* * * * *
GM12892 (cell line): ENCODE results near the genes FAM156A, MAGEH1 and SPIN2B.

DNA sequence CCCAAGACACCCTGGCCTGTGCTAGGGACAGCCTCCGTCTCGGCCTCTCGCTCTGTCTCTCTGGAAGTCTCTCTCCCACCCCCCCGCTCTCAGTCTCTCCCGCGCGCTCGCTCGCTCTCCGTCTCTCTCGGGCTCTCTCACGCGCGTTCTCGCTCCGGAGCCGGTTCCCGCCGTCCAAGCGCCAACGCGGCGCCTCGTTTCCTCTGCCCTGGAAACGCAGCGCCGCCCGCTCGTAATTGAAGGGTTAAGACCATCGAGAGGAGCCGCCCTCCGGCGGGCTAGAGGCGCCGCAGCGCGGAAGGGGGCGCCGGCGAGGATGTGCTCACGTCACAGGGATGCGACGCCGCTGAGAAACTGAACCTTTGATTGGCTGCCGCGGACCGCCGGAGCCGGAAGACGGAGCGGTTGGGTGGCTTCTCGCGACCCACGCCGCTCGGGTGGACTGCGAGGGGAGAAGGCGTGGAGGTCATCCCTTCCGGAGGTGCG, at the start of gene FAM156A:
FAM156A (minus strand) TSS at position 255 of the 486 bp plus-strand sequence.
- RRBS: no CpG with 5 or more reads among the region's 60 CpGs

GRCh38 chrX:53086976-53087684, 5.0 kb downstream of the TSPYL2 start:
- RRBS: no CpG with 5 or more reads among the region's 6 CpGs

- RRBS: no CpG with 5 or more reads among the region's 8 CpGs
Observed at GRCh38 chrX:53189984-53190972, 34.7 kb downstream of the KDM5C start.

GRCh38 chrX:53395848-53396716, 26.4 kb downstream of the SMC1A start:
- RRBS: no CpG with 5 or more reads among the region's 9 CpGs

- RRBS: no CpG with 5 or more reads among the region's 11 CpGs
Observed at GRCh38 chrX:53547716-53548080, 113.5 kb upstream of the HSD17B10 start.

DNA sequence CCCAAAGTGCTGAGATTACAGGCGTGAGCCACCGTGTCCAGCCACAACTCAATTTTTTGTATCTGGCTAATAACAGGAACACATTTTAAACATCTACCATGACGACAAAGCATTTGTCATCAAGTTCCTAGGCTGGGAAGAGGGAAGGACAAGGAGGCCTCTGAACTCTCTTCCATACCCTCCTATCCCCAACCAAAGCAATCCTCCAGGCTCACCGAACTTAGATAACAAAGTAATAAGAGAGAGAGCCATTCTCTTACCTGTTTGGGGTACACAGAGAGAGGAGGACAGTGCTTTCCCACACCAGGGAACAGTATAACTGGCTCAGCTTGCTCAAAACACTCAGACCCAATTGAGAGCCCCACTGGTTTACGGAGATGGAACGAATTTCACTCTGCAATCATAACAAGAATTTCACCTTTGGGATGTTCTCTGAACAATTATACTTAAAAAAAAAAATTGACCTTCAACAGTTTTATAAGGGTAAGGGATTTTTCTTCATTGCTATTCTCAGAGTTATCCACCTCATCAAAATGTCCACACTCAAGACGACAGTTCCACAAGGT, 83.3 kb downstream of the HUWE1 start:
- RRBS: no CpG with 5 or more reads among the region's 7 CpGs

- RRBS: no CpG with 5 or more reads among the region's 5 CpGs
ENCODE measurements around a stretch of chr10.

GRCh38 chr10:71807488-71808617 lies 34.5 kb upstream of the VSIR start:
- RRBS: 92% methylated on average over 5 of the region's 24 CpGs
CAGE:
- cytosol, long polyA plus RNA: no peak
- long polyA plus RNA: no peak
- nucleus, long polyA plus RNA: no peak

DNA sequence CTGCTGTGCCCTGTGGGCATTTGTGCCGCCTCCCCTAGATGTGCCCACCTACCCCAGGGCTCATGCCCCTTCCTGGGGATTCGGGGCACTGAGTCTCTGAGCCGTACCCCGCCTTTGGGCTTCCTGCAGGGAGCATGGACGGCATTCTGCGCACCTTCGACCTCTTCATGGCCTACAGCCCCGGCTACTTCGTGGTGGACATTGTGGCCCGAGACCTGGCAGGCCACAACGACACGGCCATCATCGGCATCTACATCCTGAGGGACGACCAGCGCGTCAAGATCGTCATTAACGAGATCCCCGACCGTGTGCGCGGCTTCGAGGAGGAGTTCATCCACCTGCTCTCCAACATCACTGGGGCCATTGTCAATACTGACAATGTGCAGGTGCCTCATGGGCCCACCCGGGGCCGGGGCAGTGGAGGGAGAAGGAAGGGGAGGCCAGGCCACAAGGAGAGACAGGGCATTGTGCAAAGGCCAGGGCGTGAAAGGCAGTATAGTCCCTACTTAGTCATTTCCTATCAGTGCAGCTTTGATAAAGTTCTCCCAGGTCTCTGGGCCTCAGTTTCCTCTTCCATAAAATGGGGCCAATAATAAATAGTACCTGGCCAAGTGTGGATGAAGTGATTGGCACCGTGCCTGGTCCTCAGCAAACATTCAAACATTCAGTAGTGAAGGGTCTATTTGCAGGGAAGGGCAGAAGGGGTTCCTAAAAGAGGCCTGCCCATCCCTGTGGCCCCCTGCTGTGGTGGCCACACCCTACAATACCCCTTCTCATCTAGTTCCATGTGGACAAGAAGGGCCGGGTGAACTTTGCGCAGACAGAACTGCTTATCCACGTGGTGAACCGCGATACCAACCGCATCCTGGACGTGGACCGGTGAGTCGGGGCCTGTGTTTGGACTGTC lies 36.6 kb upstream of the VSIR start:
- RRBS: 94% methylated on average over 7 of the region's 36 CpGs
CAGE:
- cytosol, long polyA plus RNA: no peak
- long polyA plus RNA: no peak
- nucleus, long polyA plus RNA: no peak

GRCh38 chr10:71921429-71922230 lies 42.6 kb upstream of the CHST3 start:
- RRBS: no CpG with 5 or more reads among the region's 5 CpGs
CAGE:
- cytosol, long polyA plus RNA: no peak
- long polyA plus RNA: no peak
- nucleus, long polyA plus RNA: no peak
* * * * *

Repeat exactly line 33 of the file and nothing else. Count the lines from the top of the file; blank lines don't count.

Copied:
- long polyA plus RNA: no peak